Owen Williams, writing for Vice:
Over the last few days we’ve seen outcry about Apple’s new MacBook Pro, which offers an optional top-end i9 processor, and how its performance is throttled to the point of parody as the laptop heats up over time.
Sparked by a video from YouTuber Dave Lee, who demonstrates that the only way to get Apple’s quoted performance from the MacBook Pro is by keeping it in a refrigerator, the outcry has been brutal.
I elected to take a wait-and-see approach to this apparent scandal, especially after word spread that Apple was investigating this with Lee. But some, like Williams this morning, decided that it would be easier to conclude that — as always — Apple’s obsession with thin and light products was largely to blame:
Apple’s insatiable thirst for thinner, which we can see across the iPhone and Mac, appears to have finally caught up with the company. Its new hardware is the most powerful yet, but the form factor betrays that on-paper performance, because the laptop’s form factor means it’s thermally constrained.
Outside of making the MacBook thicker — which is unheard of, for Apple — there’s little the company can do to solve this. This isn’t the only thermally constrained machine Apple builds, either. After years of silence, Apple admitted in 2017 that the top-end Mac Pro was stagnant because “[…] we designed ourselves into a bit of a thermal corner, if you will.”
For what it’s worth, each new iPhone has become thicker than its predecessor since the iPhone 6S; so, no, it would not be unheard-of for Apple. Especially egregious, though, is Williams’ assertion that there’s little that Apple can do to fix it.
Jason Snell, Six Colors:
After a week of controversy following the posting of a video that claimed the new 15-inch MacBook Pro could experience massive slowdowns, Apple on Tuesday acknowledged that the slowdowns exist — and that they’re caused by a bug in the thermal management software of all the 2018 MacBook Pro models. That bug has been fixed in a software update that Apple says it’s pushing out to all 2018 MacBook Pro users as of Tuesday morning.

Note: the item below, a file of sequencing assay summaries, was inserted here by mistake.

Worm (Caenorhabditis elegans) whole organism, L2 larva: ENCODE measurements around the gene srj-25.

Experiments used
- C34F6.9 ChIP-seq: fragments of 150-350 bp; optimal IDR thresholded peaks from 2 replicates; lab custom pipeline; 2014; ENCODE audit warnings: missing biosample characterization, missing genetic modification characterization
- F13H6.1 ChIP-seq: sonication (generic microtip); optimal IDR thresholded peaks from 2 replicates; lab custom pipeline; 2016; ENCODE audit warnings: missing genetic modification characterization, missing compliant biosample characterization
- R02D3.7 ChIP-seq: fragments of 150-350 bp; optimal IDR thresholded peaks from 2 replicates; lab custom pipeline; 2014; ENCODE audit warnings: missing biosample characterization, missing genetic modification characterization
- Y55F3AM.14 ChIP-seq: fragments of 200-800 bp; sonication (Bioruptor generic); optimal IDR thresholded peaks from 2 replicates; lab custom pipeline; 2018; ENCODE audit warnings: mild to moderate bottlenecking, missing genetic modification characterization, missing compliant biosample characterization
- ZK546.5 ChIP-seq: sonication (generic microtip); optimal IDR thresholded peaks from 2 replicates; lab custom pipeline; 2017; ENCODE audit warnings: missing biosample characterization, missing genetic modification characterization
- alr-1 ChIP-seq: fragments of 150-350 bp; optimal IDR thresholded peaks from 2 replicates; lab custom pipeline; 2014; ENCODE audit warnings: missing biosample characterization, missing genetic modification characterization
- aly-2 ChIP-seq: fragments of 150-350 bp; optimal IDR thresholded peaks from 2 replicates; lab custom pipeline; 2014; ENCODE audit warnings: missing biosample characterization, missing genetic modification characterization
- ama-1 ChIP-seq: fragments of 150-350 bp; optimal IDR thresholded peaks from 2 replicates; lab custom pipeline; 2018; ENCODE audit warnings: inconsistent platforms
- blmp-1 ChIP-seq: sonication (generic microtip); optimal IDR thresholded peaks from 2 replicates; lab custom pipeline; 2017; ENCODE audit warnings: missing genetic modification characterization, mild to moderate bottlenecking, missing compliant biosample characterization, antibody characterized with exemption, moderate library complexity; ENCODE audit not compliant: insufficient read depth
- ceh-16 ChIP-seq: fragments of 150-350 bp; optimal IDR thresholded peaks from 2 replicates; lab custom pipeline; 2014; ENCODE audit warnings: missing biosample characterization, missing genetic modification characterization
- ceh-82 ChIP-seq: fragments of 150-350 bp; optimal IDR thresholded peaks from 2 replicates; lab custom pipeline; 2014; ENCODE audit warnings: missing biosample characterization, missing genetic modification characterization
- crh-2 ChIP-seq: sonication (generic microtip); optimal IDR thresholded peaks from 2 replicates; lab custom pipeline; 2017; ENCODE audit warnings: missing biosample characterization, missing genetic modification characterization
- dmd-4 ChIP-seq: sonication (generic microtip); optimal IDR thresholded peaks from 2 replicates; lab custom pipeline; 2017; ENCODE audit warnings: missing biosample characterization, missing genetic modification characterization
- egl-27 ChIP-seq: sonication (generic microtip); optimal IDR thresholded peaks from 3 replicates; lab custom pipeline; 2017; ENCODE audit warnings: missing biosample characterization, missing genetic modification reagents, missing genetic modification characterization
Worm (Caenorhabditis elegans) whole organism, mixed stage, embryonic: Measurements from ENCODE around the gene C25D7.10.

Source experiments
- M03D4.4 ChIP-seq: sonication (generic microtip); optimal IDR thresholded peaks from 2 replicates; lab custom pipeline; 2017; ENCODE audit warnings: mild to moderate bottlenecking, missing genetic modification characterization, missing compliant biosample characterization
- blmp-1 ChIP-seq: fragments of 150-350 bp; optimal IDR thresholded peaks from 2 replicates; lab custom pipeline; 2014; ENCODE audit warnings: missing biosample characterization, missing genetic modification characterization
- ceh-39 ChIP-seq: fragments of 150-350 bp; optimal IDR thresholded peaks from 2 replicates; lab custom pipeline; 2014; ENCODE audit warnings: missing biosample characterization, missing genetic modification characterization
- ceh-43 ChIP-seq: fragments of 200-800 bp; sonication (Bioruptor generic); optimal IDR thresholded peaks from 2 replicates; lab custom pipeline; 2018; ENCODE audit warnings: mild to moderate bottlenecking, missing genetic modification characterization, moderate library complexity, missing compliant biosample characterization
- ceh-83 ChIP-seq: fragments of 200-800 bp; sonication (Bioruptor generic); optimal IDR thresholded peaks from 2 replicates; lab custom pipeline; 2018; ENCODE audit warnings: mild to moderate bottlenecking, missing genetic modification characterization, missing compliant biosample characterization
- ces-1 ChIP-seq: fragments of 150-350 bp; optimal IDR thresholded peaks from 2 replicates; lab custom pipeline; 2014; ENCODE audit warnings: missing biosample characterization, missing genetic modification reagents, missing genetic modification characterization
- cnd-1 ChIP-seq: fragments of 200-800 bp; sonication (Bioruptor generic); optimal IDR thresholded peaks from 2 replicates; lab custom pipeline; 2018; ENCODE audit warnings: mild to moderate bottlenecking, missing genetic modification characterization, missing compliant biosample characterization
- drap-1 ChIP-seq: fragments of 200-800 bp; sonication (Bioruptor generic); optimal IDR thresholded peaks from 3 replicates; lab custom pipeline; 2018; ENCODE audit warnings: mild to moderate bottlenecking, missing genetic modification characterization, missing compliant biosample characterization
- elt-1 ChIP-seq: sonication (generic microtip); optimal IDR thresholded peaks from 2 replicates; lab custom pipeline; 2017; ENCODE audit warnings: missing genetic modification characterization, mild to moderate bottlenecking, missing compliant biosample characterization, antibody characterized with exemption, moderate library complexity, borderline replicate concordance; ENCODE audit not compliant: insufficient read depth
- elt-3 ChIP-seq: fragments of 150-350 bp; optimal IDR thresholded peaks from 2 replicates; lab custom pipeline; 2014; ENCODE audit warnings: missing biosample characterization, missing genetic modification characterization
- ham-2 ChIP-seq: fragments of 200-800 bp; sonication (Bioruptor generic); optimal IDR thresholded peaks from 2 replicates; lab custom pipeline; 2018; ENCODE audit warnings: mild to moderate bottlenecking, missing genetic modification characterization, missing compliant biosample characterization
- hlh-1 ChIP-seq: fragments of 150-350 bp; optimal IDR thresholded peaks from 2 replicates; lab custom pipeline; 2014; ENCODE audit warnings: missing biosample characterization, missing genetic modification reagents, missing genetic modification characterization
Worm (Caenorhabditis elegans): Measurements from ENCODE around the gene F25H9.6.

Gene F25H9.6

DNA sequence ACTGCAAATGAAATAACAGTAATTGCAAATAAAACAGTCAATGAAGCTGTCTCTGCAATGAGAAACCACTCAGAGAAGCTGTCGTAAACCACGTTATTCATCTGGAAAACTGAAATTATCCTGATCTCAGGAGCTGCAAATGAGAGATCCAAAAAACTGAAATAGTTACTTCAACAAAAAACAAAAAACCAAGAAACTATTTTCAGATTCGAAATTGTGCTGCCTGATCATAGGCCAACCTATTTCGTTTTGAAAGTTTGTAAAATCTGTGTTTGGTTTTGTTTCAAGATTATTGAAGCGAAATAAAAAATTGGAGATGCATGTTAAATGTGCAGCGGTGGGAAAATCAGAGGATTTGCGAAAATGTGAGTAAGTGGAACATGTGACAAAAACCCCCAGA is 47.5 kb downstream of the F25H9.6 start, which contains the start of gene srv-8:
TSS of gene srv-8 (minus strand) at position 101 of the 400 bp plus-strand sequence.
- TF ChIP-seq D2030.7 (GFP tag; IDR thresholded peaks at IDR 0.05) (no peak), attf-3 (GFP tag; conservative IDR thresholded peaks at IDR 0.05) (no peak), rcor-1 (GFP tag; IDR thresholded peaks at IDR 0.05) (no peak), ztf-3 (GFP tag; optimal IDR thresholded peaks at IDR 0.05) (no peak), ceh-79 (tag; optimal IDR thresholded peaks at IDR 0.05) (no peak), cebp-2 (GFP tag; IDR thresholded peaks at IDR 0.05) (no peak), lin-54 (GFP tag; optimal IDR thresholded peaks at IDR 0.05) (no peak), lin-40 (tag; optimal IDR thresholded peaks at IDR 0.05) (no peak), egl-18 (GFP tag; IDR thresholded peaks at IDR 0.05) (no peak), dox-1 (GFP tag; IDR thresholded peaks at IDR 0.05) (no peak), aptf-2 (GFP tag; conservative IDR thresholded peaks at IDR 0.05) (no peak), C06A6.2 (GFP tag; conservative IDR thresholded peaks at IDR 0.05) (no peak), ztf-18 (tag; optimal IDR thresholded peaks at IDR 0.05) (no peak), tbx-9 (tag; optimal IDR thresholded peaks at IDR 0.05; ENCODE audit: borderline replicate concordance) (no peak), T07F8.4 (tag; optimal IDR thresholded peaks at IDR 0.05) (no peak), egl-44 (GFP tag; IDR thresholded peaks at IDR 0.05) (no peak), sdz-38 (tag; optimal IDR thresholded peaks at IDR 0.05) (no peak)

This is the kind of thing you would expect Apple to catch before they shipped an expensive flagship product, but a week from identifying the bug to shipping a software fix seems fairly reasonable.
Williams’ article also — as usual for this kind of piece — blames Apple for the industry’s broader woes:
The pursuit of thinner, lighter laptops, a trend driven by Apple, coinciding with laptops replacing desktops as our primary devices means we have screwed ourselves out of performance — and it’s not going to get better anytime soon.
Apple may prioritize thin and light in their portable products, but that doesn’t make a trend. The industry following their lead does make a trend, but that’s the fault of those companies. If they thought that they would be constrained by the thermal envelope of thinner notebooks or that Apple was making a mistake in their priorities, they could have released different products. You can, of course, buy gaming laptops that are thicker and allow high-performance processors to run at their fullest potential, if that is your objective. But how many of those do you actually see people using in the real world, compared to those using MacBook Pro-like notebooks? In my experience, the latter dominates.